While many (or most) people hike straight up and back down again, we decided to do the full Heart Horseshoe circuit, ascending and descending different ridges. This put us roughly a kilometre away from where we'd parked our car at the end but it made for an easier descent on a trail that is not quite as steep. (It's still plenty steep, but not "as" steep.)

As a bonus to hiking the full horseshoe circuit, we got to summit two peaks instead of just one on our long ridge walk, hiking up and over Grant MacEwan Peak, actually higher than the Heart Mountain summit.

Heart Mountain Family Scramble, Family Adventures in the Canadian Rockies
You'll get beautiful views down over the Bow Valley from the summit of Heart Mountain

Stats for our Summit of Heart Mountain (with the Horseshoe Circuit)



Height Gain: 911 metres total height gain with Heart Mountain and Grant MacEwan Peak


Distance: 9.6 km circuit (if you start beside the highway.) 11.1 km circuit from the official Heart Creek Day Use Area.


Time that it took us: 7 hours to complete the full circuit. And if you want a good idea of  how long the circuit really is, it only took us 2.5 hours to get UP. The remaining 4.5 hours were spent on the circuit and the descent.


Age of kids we hiked with: 2 eight-year old boys


Best Guide Book: If you're just climbing up and down Heart Mountain, you'll find the information you need in Alan Kane's "Scrambles in the Canadian Rockies" guide book.

If you want to do the full horseshoe circuit, you'll want to read Gillean Daffern's Kananaskis Country Trail Guide, Volume 3


Heart Mountain Family Scramble, Family Adventures in the Canadian Rockies
Rest break on the ascent of Heart Mountain


Hiking up the Ascent Route to the Summit of Heart Mountain


I'm not a guide book writer, so I encourage you to do a couple of things before you set out to climb Heart Mountain with kids.

  1. Get one of the guide books mentioned above or head out with a friend who's already done this hike. While there is a very well beaten down path to the summit, one can still take a wrong turn here or there. And wrong turns on Heart can be very dangerous. It is important that you find the correct way up the cliff bands on the front side and that you don't stray too far off course.

  2. Hike Heart Mountain with your partner or a friend first (without the kids.) If you find your way up, have no problems, enjoy the hike, and think your children would enjoy it, then by all means - take the kids. But don't head up this trail thinking it will be a nice pleasant little day hike. It is a scramble on an rough unofficial trail, with hands on moments, one moderate step at a cliff band, and much loose rock. The trail is relentlessly steep and route finding skills are required. 

Heart Mountain Family Scramble, Family Adventures in the Canadian Rockies
The moderate step that you'll have to scramble up to reach the summit


What to expect from the ascent up Heart Mountain:

  • Very loose rock (worse on descent.) The last time I descended the main route, I swore I'd never go down this ridge again - and we've done the horseshoe circuit ever since.

  • A relentlessly steep hike where you'll gain roughly 800 metres of height in 2.7 km.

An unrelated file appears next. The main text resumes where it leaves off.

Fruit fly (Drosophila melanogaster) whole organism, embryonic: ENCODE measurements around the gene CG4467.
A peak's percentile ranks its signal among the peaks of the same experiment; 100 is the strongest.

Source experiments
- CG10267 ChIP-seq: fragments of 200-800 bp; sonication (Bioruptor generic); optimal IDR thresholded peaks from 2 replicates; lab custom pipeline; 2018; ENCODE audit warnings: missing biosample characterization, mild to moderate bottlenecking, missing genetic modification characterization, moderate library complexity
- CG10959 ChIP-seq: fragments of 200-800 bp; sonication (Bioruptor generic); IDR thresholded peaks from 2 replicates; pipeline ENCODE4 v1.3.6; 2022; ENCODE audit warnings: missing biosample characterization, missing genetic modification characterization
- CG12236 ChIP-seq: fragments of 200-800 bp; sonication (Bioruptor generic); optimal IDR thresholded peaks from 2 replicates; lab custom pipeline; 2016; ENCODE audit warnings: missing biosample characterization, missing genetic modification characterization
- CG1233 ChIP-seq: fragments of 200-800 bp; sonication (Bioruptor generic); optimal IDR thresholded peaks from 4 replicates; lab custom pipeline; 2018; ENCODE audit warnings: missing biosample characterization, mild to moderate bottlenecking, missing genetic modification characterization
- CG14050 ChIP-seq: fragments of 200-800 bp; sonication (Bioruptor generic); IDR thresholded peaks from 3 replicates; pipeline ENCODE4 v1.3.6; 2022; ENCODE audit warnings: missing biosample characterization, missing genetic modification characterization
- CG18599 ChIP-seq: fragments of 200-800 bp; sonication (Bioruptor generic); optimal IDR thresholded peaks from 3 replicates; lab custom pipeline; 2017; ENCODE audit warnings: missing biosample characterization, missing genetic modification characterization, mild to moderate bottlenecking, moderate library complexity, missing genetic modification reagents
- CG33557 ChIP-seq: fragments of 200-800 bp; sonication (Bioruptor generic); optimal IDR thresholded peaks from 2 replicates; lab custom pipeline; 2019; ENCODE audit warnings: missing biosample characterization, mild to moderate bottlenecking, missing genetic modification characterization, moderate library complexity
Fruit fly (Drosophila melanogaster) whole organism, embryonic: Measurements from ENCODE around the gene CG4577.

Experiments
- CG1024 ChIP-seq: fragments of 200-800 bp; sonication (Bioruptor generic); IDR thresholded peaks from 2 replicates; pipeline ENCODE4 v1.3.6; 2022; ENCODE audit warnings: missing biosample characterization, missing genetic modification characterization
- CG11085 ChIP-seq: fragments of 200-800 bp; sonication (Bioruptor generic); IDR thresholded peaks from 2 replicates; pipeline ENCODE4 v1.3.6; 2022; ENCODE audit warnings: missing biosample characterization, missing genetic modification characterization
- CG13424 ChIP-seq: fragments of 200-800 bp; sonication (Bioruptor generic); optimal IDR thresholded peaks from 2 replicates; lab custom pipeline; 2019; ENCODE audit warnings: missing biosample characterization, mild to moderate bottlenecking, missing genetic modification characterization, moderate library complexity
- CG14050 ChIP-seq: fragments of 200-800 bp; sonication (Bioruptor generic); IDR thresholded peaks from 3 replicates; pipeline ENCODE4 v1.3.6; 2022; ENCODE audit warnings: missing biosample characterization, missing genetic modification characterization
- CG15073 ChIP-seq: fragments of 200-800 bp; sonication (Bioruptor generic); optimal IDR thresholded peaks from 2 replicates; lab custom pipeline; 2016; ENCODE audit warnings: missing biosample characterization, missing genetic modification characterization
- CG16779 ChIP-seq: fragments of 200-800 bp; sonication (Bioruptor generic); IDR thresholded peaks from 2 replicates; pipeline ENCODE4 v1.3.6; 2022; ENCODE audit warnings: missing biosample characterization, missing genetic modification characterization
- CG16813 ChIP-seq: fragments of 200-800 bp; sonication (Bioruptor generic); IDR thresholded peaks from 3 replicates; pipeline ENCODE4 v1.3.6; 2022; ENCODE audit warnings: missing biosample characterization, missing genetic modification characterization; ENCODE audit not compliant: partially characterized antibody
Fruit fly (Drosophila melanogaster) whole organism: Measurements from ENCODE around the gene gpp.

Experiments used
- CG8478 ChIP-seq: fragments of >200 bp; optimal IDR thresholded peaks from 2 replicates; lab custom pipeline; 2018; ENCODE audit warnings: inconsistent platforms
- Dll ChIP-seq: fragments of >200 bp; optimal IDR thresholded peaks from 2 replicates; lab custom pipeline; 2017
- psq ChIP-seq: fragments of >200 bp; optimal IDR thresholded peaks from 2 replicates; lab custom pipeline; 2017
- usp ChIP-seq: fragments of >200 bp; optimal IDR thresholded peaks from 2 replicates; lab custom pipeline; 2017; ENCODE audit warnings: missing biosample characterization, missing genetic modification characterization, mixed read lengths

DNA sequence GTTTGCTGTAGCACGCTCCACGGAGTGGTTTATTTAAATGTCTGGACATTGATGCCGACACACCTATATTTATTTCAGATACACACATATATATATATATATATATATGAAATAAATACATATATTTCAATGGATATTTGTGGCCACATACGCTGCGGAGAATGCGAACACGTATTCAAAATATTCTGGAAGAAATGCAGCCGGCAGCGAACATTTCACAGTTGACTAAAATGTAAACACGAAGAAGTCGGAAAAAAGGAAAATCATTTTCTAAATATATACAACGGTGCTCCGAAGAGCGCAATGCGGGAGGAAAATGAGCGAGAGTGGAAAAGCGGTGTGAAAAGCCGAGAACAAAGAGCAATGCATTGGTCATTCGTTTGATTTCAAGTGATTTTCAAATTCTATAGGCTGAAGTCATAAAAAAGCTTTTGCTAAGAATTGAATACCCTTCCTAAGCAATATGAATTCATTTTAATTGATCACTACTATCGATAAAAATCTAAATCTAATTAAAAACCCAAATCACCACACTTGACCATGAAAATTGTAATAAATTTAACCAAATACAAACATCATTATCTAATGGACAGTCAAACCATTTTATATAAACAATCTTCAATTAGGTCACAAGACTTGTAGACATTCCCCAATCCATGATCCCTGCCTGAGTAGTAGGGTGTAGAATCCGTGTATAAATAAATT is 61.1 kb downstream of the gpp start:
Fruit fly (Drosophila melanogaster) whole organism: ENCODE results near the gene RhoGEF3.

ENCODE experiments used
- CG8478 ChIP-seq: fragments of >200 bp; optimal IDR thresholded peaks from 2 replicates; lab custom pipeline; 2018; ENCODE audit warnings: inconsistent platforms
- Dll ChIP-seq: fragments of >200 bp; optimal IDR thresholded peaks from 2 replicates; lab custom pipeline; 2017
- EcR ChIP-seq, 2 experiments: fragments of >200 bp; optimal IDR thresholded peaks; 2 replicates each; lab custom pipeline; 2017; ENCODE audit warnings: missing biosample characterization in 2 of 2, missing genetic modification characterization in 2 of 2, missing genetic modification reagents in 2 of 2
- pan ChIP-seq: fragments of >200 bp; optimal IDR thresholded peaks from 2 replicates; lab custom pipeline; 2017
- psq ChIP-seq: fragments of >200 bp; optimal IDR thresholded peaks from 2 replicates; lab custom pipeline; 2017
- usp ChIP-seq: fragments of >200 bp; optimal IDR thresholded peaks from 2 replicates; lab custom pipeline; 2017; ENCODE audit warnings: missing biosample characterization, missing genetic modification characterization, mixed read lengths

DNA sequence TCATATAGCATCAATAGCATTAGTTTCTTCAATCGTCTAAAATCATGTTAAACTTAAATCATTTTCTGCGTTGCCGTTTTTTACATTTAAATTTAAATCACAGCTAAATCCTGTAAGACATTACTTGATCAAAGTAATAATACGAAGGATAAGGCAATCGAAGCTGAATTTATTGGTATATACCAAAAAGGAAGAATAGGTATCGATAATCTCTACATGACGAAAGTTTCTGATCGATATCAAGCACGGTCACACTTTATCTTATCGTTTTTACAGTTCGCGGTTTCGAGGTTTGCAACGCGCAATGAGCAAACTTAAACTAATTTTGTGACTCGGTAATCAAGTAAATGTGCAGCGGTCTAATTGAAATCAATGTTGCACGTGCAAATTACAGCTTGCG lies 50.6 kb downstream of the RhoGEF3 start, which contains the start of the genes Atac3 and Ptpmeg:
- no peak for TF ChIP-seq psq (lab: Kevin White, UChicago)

• Plenty of excitement for kids who get bored hiking. Seriously, my son LOVED this hike because there was no boring plodding through the trees for hours on end. There is virtually no approach for this hike. Get on the trail right from the highway and start climbing immediately. You stop climbing when you hit the summit.

Heart Mountain Family Scramble, Family Adventures in the Canadian Rockies
Fun scrambling on the way up Heart Mountain

  • No switchbacks. This is a "climbers" summit - short, quick, and dirty. The trail does not waste time with cute little switchbacks so that your trip is easier or more pleasant. If you want switchbacks, you should hike up Ha Ling Peak instead.

  • One moderate step at a 3-metre high cliff band where you'll have to use your hands, find hand/foot holds, and pull yourself up. A fall here could result in an injury.

  •  Lack of shade. This slope is very warm and dry on a hot summer day so start early. You don't want to be climbing up in the mid-day heat.

  • Rocky slabs near the top that kids will find fun. Parents might not find them as fun because a fall could result in serious injury and kids will be using their hands to scramble up the rock.

Heart Mountain Family Scramble, Family Adventures in the Canadian Rockies
More scrambling before the summit

Heart Mountain Family Scramble, Family Adventures in the Canadian Rockies
Lots of fun moments en route to the summit of Heart Mountain

If I haven't lost you yet, you've reached your first summit, Heart Mountain. You'll stop here for lunch and a well deserved rest break before continuing on to Grant MacEwan Peak.

Heart Mountain Family Scramble, Family Adventures in the Canadian Rockies
Summit number 1: Heart Mountain
Heart Mountain Family Scramble, Family Adventures in the Canadian Rockies
The Summit Star


Going Further to Grant MacEwan Peak


If you've made it to the summit of Heart Mountain, the rest of the trip is a "walk in the park" more or less. You'll enjoy open ridge walking (never alarmingly narrow,) constant views, a breeze (refreshing after the hot ascent up the front side of the mountain,) and plenty of small bumps that beg for candy and snack breaks.

Heart Mountain Family Scramble, Family Adventures in the Canadian Rockies
There are constant views as you walk the ridge on the Heart Horseshoe
Heart Mountain Family Scramble, Family Adventures in the Canadian Rockies
Ridge walking around the Horseshoe

The only crux in continuing on to Grant MacEwan Peak is that the kids will be tired by this point, feet might be getting sore, and you'll have to go up and down over multiple small bumps on the ridge. (Each one feeling like another summit!)